Parents usually have mixed emotions when they send their child with Attention Deficit Hyperactivity Disorder (ADHD) or Aspergers Syndrome to summer camp. They wonder, “Will my child be safe?”
One of the most important questions parents can ask when choosing a special needs summer camp is who will be entrusted with their child’s care.
At Talisman Programs, children, teens and young adults with ADHD and Aspergers are supervised by a team of highly qualified camp counselors and other professional staff. Many of the counselors are in college or recently graduated from college with majors in special education, psychology, education, recreational therapy or a similar field. Because of their passion for working with kids with special needs, many of the counselors have worked in ADHD camps or Aspergers camps for many years, and they return to Talisman year after year.
One of the returning camp counselors at Talisman explained what draws her back each year. She said, “I have always worked at camps for kids with disabilities, but Talisman has a great reputation and a different perspective on special needs summer camp than others; Talisman isn’t afraid of physical and emotional challenges. Although it might be easier to keep campers indoors, Talisman is invested in giving all kids the opportunity to enjoy nature and to push themselves.”
Before hiring a new camp counselor, the staff at Talisman conducts extensive reference and background checks. A thorough training program begins weeks before the campers arrive, which includes first aid, CPR, lifeguarding, medication management, and specialized education about Aspergers Syndrome, ADHD, nonverbal learning disorder and related conditions.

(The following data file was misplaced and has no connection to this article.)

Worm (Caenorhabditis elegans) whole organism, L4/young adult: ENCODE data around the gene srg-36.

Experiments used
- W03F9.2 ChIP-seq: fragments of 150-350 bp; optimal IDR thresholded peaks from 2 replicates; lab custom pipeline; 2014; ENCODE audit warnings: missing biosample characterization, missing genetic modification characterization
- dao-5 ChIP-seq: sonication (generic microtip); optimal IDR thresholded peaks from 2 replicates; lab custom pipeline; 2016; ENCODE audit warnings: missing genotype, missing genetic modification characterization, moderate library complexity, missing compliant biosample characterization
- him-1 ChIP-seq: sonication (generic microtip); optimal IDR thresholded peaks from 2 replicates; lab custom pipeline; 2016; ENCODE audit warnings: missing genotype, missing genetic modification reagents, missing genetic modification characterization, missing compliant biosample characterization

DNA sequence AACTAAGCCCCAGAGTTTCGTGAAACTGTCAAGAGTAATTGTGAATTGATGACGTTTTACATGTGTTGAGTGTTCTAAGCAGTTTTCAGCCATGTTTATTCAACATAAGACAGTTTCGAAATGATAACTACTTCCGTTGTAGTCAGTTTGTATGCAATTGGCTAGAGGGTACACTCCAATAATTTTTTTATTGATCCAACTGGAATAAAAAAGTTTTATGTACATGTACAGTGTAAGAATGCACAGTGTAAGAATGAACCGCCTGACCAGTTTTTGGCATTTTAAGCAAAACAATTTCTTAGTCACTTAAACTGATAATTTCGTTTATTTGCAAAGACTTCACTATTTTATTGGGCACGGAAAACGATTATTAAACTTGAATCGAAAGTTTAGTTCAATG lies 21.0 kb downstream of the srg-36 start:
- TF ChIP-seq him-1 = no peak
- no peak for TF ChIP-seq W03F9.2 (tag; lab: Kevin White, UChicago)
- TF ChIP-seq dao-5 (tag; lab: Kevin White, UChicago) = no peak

Robiyn Mims, Chair of the Board of Directors at Talisman, started her tenure with the program in 1998 as the camp director. More than a decade later, she said, “The years I have had the privilege of working with our kids have shaped my career and life.”
The campers become like the counselors’ temporary family over the summer. The personal relationships counselors form with “their kids” make the camp experience more meaningful. Years later, campers remember the friends they made, the good times they had and the bonds they formed with their counselors.
“The excitement the counselors show from the first day of their arrival to the day the kids leave is amazing,” said Mims. “The staff we hire are full of life, understanding, patient, kind and exuberant – and they dress in silly clothes with silly hair just to get a laugh out of their campers.”